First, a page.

Take off positioning
Again this comes down to buoyancy, and the simple fact that a 25 liter short board contains significantly less of it than a 70 liter longboard. This means more physical effort to acheive a slower paddling speed than on a longboard, which is a huge factor when taking off on a wave. Reduced paddling power means you’ll have to pay much more attention to both your position in the line up, and where the incoming waves are likely to break. If you’re too far out, you’ll miss a wave that you would have caught on your longboard with ease. The same applies if you’re too far along the shoulder. Taking off on a wave is about gravity, and thus, speed. Riding a shortboard reduces your options for when, where, and which part of the wave face you can take off from. In this respect, longboards are much more forgiving, which is precisely why riding a shortboard is a sure way to make you a more attentive and ultimately, much more skilled surfer.
The first thing you’ll notice on your shorter board is that your balance has shifted significantly, and that’s before you even stand up. The increased surface are of a longboard means seating position options are a lot more varied. On a shortboard, you either sit in the middle, with your spine and torso in line with the stringer or you fall off. This will improve with time. To speed things along, repeat the act of paddling and then sitting up straight.
When you start dropping into waves, you’ll again find the balance dynamic has shifted significantly. Shortboards may be easy to carry and easier to duck dive, but when you’re up and riding you may have to totally rethink what you know about foot position, hip and shoulder position, and bent knees, and that’s jsut going in a straight line. At this stage, expect to wipe out frequently. When carving turns, cutbacks, and re-entries begin to enter your repertoire, hopefully you’ll have prgressed enough to understand the balance basics necessary to sustain your ride.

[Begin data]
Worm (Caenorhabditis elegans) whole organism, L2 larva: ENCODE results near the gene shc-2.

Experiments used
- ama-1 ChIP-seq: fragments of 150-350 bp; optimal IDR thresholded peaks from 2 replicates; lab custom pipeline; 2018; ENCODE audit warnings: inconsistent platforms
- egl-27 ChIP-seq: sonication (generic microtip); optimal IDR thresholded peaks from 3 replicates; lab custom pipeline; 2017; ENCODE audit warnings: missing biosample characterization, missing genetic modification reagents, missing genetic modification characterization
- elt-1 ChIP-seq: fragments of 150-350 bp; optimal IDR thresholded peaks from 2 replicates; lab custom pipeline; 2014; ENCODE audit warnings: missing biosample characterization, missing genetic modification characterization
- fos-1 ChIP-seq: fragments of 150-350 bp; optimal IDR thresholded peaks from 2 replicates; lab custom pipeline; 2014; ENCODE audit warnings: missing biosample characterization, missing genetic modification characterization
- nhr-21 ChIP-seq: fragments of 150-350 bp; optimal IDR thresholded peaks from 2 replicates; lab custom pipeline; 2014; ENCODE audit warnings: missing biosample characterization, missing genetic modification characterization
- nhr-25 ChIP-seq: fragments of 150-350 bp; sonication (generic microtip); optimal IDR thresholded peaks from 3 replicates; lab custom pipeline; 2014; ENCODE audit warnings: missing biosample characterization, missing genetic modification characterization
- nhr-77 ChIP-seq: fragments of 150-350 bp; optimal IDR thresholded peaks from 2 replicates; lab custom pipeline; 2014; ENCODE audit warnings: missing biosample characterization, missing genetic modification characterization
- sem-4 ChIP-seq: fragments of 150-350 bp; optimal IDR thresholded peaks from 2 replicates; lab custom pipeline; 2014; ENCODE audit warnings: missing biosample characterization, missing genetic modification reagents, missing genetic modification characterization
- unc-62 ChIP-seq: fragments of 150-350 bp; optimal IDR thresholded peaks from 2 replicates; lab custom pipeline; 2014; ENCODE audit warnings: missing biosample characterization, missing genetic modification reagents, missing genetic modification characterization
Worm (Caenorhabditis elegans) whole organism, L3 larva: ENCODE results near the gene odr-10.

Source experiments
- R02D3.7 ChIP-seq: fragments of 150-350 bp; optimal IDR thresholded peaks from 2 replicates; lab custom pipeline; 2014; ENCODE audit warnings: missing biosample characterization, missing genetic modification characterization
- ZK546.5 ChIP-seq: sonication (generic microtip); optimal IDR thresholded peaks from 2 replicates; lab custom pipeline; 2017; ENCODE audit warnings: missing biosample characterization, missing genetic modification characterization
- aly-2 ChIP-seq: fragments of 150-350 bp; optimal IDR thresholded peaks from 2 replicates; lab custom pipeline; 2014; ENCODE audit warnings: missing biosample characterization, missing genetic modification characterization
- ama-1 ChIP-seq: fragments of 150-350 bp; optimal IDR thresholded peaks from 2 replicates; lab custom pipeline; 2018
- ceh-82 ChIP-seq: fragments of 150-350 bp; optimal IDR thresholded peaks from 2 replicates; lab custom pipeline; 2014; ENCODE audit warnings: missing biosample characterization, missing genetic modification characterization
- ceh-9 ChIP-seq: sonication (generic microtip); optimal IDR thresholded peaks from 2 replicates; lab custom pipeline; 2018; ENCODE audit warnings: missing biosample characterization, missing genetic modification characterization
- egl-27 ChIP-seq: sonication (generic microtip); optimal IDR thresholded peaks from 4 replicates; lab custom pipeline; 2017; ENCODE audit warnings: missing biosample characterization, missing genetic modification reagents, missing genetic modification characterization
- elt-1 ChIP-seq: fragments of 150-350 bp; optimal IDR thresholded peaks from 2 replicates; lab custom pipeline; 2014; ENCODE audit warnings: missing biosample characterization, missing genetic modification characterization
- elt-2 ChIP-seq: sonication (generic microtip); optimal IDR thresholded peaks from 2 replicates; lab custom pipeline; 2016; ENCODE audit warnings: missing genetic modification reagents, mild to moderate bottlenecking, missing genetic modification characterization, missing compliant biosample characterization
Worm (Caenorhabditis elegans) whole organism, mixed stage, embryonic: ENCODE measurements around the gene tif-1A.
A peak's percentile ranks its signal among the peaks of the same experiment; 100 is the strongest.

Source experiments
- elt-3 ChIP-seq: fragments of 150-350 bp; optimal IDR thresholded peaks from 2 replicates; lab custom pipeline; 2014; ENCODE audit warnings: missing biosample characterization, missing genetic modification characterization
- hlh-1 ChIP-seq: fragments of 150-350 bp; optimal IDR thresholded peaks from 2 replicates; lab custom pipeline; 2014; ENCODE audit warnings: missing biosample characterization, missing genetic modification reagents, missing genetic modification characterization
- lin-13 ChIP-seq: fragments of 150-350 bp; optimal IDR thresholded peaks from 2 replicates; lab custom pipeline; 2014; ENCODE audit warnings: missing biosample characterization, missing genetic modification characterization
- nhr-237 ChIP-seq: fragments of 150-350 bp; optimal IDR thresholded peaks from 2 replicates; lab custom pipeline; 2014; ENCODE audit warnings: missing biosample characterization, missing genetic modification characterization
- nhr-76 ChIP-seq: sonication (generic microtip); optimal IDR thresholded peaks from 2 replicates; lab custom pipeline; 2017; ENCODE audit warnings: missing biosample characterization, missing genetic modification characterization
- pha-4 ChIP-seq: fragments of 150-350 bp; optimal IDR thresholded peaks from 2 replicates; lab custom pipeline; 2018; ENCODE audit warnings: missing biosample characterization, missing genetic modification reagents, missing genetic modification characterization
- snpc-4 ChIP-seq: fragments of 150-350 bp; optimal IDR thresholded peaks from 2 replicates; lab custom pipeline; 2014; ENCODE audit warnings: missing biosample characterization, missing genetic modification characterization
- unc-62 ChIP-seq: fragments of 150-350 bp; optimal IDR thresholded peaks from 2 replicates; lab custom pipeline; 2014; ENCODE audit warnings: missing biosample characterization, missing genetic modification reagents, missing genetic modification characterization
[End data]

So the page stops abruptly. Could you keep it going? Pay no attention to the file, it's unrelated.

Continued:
There’s a reason shortboards have a far more pronounced rocker area. They need it to prevent the lack of front end volume resulting in a nose dive. That said, avoiding a nose dive still requires conscious input from the rider, particulary in the beginning stages. You may notice that the position short board riders adopt when paddling into a wave involves an arched back, with head and neck facing upwards. They’re doing this to place as much weight at the back of the board as possible. The more weight that is on the front, the greater the chance of nose diving. Move this weight down the board, and the chances of burying your nose during take off is greatly reduced. Paddle for the wave as soon as you see it approaching, and try to get to your feet while keeping your board as horizontal as possible.
Keep at it
At first, you may feel like you’re trying to ride an ironing board. This is where sustained practice comes in. Don’t be put off by this. It will get easier, and begin to feel more natural over time. Stay motivated by surfing with friends, preferably those that are better than you, and push you to charge harder.
In conclusion, if you have the time, confidence, patience, and desire to ride faster, more powerful waves then a shortboard is the way to go. If you can’t decide, there’s zero reason that you can’t do both.